Rape Of Indian Nun Incites Kolkata Protest As Thousands Of Demonstrators Fight Against Sexual Violence In The Country

Indian activists participate in a rally organised by 'The Red Brigade - Bring Bangalore Back' to protest against the recent incidents of sexual abuse, molestation and rapes against women in Bangalore on July 20, 2014. The protestors demanded police take action against sexual offenders, child sexual abuse and rapists after several cases of sexual violence against women were registered in Bangalore in the last few days. AFP PHOTO/Manjunath Kiran (Photo credit should read Manjunath Kiran/AFP/Getty Images)
Source: MANJUNATH KIRAN/AFP/Getty Images

Concerns about rape in India have been mounting recently, as protesters express outrage over the lack of prevention and prosecution of sexual attacks. And though there is increased awareness of rape in India's social consciousness, the assaults have yet to stop. A particularly heinous crime occurred this weekend in West Bengal, in which an elderly nun was raped by multiple men. On Monday, thousands participated in a march to protest rape in India after the weekend's gang rape brought a national problem of sexual assault back to the forefront.

On Saturday, a group of six to eight robbers struck a Christian missionary school, the Convent of Jesus and Mary School, in the Nadia district of eastern India, 80 kilometers northeast of Kolkata. According to Fox News, the bandits tied up the school's security guards with ropes early in the morning and then entered the nuns' room, where the women were asleep. When one nun attempted to set off an alarm and block the robbers' way, they took her to another room and raped her. Sources say she, along with two other others, were tied up. The nun who was attacked, whose age has been reported to be from 71 to 76 years old, is the oldest in the convent.

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The robbers escaped with several articles belonging to the school, including cash worth a few hundred rupees, a laptop, a cellphone, and a camera. Since the attack, eight men have been arrested in connection with the crimes, and two more were detained today, bringing the total of those detained to 10. Images of four men were captured on the school's CCTV, but according to TIME, none of those arrested resemble the suspects caught on camera.

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Outrage has spread throughout the country after this attack. Government agencies have condemned the violence and promised to carry out justice on the perpetrators. Archbishop Thomas D'Souza of Kolkata said:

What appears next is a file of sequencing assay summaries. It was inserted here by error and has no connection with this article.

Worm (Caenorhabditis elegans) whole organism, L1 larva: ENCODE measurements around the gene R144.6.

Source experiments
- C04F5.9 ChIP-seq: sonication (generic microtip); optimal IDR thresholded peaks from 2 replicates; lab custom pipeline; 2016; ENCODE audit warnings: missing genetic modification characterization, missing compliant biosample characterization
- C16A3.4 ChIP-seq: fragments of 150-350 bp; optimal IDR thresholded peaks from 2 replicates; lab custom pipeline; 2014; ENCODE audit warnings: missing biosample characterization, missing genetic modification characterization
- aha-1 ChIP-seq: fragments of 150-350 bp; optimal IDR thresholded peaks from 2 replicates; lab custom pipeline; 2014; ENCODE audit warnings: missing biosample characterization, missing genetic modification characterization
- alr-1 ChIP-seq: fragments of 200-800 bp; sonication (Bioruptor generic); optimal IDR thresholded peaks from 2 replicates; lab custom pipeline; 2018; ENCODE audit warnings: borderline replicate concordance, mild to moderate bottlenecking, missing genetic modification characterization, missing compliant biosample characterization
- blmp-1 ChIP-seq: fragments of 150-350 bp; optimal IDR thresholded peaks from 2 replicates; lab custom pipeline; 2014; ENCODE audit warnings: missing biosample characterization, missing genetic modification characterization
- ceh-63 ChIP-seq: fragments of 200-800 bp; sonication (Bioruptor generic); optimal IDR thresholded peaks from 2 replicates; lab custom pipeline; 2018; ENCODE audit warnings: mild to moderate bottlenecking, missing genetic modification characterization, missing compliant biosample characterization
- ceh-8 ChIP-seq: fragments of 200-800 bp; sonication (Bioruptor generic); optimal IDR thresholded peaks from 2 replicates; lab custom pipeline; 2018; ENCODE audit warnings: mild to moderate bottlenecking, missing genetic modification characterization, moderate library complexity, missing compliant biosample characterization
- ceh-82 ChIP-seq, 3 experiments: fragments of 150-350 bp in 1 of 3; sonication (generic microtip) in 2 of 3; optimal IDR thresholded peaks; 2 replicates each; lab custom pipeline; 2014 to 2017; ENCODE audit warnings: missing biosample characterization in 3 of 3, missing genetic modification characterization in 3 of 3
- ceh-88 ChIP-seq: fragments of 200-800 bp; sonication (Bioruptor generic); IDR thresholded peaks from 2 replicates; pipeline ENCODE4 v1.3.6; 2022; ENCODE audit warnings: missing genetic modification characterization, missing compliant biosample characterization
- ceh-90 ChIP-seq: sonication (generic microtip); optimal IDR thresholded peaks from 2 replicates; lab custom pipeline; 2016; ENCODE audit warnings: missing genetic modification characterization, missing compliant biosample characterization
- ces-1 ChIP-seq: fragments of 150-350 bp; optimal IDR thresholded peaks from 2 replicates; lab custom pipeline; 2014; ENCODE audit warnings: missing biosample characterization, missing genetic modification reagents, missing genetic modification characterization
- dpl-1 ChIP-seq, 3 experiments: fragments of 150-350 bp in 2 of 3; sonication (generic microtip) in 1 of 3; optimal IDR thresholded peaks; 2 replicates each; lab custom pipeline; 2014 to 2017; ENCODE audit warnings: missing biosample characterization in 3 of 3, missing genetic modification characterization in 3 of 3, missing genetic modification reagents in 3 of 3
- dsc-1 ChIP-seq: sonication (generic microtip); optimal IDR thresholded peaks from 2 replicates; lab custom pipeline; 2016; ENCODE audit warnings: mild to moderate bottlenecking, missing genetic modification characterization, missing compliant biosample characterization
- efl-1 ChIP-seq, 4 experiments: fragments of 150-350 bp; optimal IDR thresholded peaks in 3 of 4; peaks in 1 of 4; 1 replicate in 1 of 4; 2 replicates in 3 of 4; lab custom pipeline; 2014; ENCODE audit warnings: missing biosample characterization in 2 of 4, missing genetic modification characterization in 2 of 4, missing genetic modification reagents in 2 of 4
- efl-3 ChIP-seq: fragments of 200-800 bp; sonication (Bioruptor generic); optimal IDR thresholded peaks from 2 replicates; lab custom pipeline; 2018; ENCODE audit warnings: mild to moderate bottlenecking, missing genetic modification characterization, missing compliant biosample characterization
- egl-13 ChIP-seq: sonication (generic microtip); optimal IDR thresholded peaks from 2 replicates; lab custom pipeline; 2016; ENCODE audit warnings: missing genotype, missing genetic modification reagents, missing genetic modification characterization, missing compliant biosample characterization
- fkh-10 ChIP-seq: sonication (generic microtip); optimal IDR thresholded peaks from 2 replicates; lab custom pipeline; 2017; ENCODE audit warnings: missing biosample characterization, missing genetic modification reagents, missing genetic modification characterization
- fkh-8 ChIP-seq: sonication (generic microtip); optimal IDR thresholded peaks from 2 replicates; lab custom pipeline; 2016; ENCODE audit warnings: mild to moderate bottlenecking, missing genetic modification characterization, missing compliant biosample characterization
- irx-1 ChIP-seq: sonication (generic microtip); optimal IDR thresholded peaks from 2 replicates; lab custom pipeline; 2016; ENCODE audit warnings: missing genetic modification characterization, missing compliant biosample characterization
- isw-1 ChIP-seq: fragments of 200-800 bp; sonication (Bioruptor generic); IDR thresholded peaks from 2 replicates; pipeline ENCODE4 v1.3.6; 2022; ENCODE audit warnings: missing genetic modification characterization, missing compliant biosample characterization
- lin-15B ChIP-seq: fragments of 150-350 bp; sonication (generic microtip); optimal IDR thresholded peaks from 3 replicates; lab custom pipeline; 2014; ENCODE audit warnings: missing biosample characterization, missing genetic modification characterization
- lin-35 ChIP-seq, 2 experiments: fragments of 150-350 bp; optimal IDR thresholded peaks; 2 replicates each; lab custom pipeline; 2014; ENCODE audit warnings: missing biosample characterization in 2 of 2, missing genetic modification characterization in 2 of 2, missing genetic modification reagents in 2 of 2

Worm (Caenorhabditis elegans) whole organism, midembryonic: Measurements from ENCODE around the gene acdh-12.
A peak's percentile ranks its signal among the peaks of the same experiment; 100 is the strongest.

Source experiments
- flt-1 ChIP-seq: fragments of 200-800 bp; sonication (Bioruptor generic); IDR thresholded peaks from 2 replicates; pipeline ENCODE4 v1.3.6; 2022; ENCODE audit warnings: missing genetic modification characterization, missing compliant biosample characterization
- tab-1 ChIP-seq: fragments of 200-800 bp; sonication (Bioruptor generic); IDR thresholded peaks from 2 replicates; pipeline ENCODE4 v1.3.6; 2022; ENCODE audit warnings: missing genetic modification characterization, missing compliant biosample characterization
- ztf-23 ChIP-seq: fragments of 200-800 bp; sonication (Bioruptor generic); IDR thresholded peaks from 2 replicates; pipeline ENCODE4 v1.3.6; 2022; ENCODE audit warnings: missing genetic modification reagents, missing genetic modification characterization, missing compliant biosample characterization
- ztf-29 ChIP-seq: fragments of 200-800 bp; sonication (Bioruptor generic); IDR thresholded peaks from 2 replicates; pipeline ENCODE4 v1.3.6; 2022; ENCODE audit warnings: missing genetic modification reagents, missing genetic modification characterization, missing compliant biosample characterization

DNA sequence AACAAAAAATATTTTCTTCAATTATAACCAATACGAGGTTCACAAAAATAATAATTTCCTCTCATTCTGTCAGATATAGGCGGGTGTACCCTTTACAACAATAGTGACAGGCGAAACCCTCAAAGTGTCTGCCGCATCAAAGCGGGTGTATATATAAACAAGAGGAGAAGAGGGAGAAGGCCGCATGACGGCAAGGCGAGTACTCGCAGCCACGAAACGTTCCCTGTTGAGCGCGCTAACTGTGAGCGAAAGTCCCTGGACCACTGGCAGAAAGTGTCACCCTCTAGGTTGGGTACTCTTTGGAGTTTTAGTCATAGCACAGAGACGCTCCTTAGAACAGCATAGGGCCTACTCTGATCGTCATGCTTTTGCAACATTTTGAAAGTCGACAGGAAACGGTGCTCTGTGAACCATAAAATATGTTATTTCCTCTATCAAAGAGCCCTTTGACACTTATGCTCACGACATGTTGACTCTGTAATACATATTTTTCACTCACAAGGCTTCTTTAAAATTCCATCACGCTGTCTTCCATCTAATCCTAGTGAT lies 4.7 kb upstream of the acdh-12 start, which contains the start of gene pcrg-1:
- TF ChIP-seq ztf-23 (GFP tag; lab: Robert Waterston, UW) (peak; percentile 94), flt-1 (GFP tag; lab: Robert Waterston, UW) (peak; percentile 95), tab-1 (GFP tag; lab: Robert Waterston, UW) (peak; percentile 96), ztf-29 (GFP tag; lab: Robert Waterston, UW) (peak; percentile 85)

We will identify the accused as we have the CCTV footage stored with the convent. The guilty must be punished. Such incidents have never happened in the history of our state.
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D'Souza did not emphasize the attack as part of a pattern of sexual assault. Rather, he stressed the uniqueness of the attack, emphasizing the fact that the victim was a nun.

I am shocked. Such an attack on an elderly sister is a rare incident, first time in Bengal and possibly the first time in India. It is deeply distressing.

Chief Minister of West Bengal Mamata Banerjee told press:

No matter where the culprits are, strongest action will be taken against them. We are fully committed to that. We have sent our team for investigation with all necessary equipment and will catch the culprits soon. People who commit such crimes are not humans. Our sentiments are with the victim, who is like our mother. The culprits are a disgrace to the society.
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On Monday, as students and civilians gathered to protest the rape, Banerjee travelled to Ranaghat to visit the nun in the hospital. After visiting the victim, who is in serious condition and has already undergone surgery for her injuries, Banerjee said:

The sister is doing well. Some arrests have been made but we are looking for the mastermind. The borders are being monitored and if they have gone to other states, we will make arrangements to catch them.
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As Banerjee ordered a Crime Investigation Department investigation into the rape, thousands of protesters marched through Kolkata holding signs demanding the end of the epidemic of sexual assault that has plagued India. One nun, identified as Sister Joyce, told the BBC:

We feel we have come out in solidarity with the sisters in Ranaghat. We belong to a Catholic church, and we are brothers and sisters. When something like this happens, we come together, we mourn, we are pained. This is not the way to take revenge if they have any differences in opinion. This is not the way to act upon. We feel very pained about this brutality that is committed.
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Students marching held signs that said, "We want justice — arrest the rapist," "No political flag! Just humanity!," and "Save women, save India." The march included protesters of all faiths. Students lit candles, sang hymns, and recited prayers, though the protest was largely silent.

Many protesters felt that Christians in India are particularly vulnerable to attack. Father Savari Muthu, spokesman for the Delhi Catholic Archdiocese, told NBC News:

We have to raise our voice against the atrocities. Christians will not tolerate this humiliation.
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The attack comes after a rash of incidents of violence and vandalism towards Christians in India, mostly in Delhi, since December. But the message of the protesters is clear: No matter what your religion, the sexual violence has to end.


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